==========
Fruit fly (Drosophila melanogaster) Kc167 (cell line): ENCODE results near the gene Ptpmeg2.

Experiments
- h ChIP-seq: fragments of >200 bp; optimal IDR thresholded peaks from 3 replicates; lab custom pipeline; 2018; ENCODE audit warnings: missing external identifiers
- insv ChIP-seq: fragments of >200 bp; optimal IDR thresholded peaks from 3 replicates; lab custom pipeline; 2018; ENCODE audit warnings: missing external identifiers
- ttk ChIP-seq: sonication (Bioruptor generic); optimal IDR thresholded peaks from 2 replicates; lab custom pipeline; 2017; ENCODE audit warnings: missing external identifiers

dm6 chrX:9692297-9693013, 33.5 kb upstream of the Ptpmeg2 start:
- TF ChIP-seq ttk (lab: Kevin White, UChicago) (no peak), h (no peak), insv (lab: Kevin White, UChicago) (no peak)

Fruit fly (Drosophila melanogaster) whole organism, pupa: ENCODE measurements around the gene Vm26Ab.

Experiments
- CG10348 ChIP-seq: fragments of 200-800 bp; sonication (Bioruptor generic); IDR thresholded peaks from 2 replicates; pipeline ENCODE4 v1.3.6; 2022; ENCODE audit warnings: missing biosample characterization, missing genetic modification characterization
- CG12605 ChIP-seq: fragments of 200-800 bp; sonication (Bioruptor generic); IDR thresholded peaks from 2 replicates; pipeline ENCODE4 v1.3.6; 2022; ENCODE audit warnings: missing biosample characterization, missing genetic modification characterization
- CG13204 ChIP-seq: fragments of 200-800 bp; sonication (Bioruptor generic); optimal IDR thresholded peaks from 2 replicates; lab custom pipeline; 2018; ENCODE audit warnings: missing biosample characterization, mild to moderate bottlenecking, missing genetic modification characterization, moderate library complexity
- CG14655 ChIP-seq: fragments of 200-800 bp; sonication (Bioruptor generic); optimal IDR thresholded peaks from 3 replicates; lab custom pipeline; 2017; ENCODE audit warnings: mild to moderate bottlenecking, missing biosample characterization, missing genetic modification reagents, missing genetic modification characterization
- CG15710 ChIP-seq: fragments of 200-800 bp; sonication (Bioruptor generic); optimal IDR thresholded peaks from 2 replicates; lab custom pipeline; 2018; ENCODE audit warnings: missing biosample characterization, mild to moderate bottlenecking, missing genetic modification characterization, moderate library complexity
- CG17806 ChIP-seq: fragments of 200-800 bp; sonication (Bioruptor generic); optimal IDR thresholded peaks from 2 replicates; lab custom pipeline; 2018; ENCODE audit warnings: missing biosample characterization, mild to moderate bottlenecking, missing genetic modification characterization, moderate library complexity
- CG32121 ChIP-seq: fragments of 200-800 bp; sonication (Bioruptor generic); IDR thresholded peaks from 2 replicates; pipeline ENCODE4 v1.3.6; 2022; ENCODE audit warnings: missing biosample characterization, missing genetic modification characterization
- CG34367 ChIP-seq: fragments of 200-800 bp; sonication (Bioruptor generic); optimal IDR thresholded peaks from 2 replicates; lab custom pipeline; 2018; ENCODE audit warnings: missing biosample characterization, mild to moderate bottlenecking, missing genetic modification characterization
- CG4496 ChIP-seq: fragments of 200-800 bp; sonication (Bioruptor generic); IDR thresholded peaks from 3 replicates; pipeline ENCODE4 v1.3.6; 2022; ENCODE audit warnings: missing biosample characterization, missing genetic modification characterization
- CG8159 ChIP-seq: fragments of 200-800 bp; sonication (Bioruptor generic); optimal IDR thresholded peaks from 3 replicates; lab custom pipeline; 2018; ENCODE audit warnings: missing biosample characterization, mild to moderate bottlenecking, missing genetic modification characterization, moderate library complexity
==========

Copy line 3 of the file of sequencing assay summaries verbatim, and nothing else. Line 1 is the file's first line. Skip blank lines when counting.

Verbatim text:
- h ChIP-seq: fragments of >200 bp; optimal IDR thresholded peaks from 3 replicates; lab custom pipeline; 2018; ENCODE audit warnings: missing external identifiers